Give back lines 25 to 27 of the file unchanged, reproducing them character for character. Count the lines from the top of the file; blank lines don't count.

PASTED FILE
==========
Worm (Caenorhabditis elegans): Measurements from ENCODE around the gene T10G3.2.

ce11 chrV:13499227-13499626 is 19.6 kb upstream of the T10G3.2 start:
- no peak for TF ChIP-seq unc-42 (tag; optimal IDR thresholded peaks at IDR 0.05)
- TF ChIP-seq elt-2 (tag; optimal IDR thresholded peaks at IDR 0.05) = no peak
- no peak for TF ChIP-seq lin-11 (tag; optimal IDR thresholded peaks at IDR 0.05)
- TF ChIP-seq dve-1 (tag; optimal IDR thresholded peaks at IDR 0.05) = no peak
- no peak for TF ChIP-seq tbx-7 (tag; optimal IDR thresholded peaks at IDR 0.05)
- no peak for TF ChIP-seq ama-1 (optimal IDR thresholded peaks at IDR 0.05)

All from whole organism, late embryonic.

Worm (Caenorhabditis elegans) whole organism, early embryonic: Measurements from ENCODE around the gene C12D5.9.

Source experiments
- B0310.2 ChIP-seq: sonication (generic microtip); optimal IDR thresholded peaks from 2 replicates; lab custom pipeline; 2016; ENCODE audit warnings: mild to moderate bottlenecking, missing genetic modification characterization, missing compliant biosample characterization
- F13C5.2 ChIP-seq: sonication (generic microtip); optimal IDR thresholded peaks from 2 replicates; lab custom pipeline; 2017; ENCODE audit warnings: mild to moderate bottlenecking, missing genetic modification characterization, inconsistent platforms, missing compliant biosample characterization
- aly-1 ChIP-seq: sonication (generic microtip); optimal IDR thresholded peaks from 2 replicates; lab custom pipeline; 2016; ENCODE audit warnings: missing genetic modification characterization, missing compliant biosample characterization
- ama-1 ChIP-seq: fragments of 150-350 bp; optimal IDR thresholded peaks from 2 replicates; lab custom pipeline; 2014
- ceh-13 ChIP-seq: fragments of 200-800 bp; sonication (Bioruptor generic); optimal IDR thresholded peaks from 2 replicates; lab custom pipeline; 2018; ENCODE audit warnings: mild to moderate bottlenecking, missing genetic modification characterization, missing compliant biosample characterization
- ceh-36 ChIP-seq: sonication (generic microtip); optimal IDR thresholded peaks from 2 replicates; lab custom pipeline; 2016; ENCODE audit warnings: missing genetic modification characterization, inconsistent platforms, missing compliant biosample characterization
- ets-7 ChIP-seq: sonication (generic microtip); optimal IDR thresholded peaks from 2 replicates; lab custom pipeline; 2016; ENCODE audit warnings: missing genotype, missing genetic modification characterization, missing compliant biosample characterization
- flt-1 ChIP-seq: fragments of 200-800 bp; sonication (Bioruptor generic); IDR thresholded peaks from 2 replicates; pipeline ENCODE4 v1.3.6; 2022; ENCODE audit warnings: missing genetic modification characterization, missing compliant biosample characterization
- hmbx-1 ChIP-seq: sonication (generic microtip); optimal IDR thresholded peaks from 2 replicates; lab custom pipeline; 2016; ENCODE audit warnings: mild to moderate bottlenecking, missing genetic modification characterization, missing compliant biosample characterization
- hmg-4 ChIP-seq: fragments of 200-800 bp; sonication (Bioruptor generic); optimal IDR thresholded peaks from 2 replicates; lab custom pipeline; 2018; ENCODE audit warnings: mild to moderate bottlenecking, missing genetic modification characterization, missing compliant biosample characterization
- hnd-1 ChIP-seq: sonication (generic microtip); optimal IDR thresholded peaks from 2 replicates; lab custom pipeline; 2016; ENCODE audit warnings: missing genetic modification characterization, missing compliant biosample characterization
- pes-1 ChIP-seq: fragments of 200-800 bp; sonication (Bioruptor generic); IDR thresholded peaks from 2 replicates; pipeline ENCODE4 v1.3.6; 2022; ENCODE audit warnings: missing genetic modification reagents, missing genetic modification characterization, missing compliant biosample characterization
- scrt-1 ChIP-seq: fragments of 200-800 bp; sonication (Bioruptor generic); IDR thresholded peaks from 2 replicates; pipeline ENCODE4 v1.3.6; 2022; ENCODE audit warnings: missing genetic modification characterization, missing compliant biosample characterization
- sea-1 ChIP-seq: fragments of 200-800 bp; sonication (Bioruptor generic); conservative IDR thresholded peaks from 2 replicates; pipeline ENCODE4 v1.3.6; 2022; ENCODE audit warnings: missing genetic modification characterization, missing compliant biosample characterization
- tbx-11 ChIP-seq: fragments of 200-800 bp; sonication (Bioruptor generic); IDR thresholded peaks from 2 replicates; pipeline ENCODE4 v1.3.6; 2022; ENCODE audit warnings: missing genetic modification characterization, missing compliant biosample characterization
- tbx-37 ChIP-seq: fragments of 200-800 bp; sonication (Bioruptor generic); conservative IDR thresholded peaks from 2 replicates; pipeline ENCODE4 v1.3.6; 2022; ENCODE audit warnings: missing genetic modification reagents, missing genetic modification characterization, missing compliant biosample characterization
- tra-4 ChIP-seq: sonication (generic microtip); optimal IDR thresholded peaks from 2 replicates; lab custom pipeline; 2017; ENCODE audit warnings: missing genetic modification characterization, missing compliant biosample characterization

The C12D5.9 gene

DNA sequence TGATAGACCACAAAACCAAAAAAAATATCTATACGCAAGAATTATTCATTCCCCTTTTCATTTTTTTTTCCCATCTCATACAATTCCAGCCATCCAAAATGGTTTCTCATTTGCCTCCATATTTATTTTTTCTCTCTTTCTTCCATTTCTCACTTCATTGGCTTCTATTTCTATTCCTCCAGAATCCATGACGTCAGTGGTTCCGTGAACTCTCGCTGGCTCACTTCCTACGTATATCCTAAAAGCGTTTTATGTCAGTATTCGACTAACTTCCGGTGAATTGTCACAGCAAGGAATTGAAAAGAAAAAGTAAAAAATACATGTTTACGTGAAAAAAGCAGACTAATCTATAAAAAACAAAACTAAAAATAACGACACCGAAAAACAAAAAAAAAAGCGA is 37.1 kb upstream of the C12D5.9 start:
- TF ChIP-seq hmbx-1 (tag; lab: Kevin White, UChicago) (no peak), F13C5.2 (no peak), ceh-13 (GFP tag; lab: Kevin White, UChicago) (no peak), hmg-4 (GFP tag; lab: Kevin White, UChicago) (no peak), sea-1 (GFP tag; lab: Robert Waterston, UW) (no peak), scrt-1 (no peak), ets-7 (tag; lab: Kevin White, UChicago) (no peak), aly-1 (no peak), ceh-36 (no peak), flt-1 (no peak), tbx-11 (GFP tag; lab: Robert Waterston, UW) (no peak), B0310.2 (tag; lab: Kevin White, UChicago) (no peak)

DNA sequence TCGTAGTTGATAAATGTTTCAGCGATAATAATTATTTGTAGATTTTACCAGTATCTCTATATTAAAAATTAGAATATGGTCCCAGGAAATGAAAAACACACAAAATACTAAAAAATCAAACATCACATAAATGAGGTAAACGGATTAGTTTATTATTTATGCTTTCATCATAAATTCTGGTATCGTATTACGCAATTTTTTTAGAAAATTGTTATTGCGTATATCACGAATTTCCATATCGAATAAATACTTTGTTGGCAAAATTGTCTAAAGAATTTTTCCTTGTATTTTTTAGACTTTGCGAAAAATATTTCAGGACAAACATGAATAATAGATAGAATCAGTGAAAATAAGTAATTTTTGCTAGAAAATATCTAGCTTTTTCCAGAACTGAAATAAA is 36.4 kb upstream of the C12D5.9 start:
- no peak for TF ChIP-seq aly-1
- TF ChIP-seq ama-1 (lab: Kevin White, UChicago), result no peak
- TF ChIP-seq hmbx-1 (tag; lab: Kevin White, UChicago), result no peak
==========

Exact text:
- sea-1 ChIP-seq: fragments of 200-800 bp; sonication (Bioruptor generic); conservative IDR thresholded peaks from 2 replicates; pipeline ENCODE4 v1.3.6; 2022; ENCODE audit warnings: missing genetic modification characterization, missing compliant biosample characterization
- tbx-11 ChIP-seq: fragments of 200-800 bp; sonication (Bioruptor generic); IDR thresholded peaks from 2 replicates; pipeline ENCODE4 v1.3.6; 2022; ENCODE audit warnings: missing genetic modification characterization, missing compliant biosample characterization
- tbx-37 ChIP-seq: fragments of 200-800 bp; sonication (Bioruptor generic); conservative IDR thresholded peaks from 2 replicates; pipeline ENCODE4 v1.3.6; 2022; ENCODE audit warnings: missing genetic modification reagents, missing genetic modification characterization, missing compliant biosample characterization